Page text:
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Toronto Festival Seeks the Proper Perspective

Movies* Terrorist attacks in the U.S. disrupted last year's screenings. Now, organizers struggle to balance pain and hope.


TORONTO — This year's Toronto International Film Festival, which kicks off on Thursday, takes place under the long shadow of Sept. 11, which interrupted last year's festival midway through and briefly shut it down.

To what extent the first anniversary will affect the 2002 festival is a matter of debate, but there's no doubt that last year still haunts people who were here.

"I never want to go through what I went through last year," says Piers Handling, the festival's director. "We were under real serious pressure. I couldn't remember what we had done that day until a month later."

"It's always going to be a bond between the film people who were there," says Tom Ortenberg, head of acquisitions and marketing at Lions Gate Films, who stayed in Toronto for the duration last year while many others headed home.

Aside from shock and grief, filmmakers, distributors, journalists and others visiting Toronto that day shared an urgent need to see to friends and loved ones, so there was a mad rush for car rentals, train tickets and--for those who could afford it--private aircraft. Despite this feverish activity, the streets of Toronto were eerily empty that day, as if the city had been abandoned.

The air went right out of the festival after the terrorist attacks. The screenings, halted around noon on Sept. 11, resumed the next day, a decision that initially raised a few eyebrows. No doubt there were financial reasons for keeping the festival going, but the overriding sentiment seemed to be that shutting it down would be a disservice to the public.

The post-attack screenings were well attended, though the normally enthusiastic Toronto audiences were understandably subdued. Sept. 11 affected the movies too; films that needed a bounce out of the festival didn't get one.

"I think it was devastating to films that were using the festival as a launching pad and to those that were trying to sell," says Bob Berney, president of Newmarket Films, who rented a couple of cars with actress Debra Winger and raced back to New York on Sept. 11. ("She's a really take-charge gal," he says.)

One of the questions about this year's festival is whether the film slate will be marginalized the same way last year's was. Certainly the minds of many Americans will be elsewhere. Maybe their bodies too. "I've talked to a lot of journalists who want to be in New York on the 11th," Berney says.

Obviously, this year's festival cannot ignore what happened a year ago, but organizers are not about to dedicate the bulk of the programming to it. Handling and company have decided to delay screenings on Sept. 11 until 11 a.m., and there will be two Sept. 11-related gala presentations that night: "The Guys," directed by Jim Simpson, and "11'09"01," a compilation of shorts from 11 international directors.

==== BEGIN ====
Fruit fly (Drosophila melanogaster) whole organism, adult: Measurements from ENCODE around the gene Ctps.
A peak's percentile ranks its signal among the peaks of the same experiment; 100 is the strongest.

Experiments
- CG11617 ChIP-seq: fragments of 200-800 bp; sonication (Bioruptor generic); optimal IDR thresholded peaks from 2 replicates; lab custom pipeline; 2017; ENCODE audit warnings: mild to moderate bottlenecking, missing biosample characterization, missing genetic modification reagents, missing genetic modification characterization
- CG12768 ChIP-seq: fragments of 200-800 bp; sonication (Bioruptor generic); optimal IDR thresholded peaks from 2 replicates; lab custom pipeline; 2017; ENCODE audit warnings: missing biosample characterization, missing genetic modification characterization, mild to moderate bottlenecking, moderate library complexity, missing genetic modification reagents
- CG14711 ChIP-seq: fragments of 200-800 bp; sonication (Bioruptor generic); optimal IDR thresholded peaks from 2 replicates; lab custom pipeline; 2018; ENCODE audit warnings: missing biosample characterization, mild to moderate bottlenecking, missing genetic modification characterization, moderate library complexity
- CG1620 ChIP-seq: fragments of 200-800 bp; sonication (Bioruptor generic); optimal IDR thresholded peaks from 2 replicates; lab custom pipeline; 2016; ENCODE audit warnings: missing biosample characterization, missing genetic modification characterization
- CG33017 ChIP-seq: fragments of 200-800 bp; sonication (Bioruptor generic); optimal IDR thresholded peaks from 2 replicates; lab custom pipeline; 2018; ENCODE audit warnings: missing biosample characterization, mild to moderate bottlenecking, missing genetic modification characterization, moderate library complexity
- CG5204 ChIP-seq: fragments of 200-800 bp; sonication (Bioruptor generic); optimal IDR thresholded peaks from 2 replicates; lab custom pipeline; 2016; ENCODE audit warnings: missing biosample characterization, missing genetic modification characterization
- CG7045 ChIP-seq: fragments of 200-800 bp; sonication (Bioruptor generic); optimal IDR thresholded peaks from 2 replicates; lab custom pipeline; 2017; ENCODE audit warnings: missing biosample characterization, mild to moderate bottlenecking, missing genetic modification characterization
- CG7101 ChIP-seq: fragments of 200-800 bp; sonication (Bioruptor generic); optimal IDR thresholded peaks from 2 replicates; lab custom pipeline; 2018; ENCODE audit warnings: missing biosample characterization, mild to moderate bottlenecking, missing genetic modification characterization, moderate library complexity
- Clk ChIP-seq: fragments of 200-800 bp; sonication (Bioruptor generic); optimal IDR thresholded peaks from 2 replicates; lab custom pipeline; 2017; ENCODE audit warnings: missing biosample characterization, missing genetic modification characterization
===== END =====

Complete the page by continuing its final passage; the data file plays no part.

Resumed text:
Both of these films directly address events of Sept. 11, but in radically different ways.

"The Guys" is the film version of a stage play (being presented in Los Angeles at the Actors' Gang Theatre with changing casts, launched by Tim Robbins and Helen Hunt) about a journalist and a fire captain trying to craft eulogies for his fallen men. It's fairly apolitical.

"11'09"01," on the other hand, bristles with attitude, and some observers question whether this is really the way the festival should memorialize the date. "I'm not sure this is the way you commemorate the death of ... people in America," says Artisan chief executive Amir Malin, who admits he hasn't seen the film but whose offices are a few blocks from where the World Trade Center once stood. "It's not to say this film shouldn't be seen, but I wonder if it should be seen on 9/11."

In interviews with The Times, some of the directors reject the idea that their films are in any way anti-American, and Handling responds by saying that the short films are "very moving, very respectful, very thoughtful, in some cases very provocative. In light of what happened on that day, there was a desire for an airing of opinions from around the world.

"I think it allows us as North Americans to see how people from Iran, Egypt perceive that day. There may be one or two films that will cause controversy, which is their right, but I don't think they are anti-American. I think that's a very pat cliche put-down."

These special events aside, Handling insists that this year will be business as usual, though in the normal variation of things, the 10-day festival seems to be light on splashy mainstream films (some years, the studios use the festival to launch serious fall fare). And there isn't likely to be an acquisitions frenzy, because most of the high-profile material already has been picked up for distribution or simply didn't go into production at all, because of the attacks or the economics of the indie film business.

A number of distributors say they will be looking at their competitors' films to scout filmmakers they want to do business with in the future.

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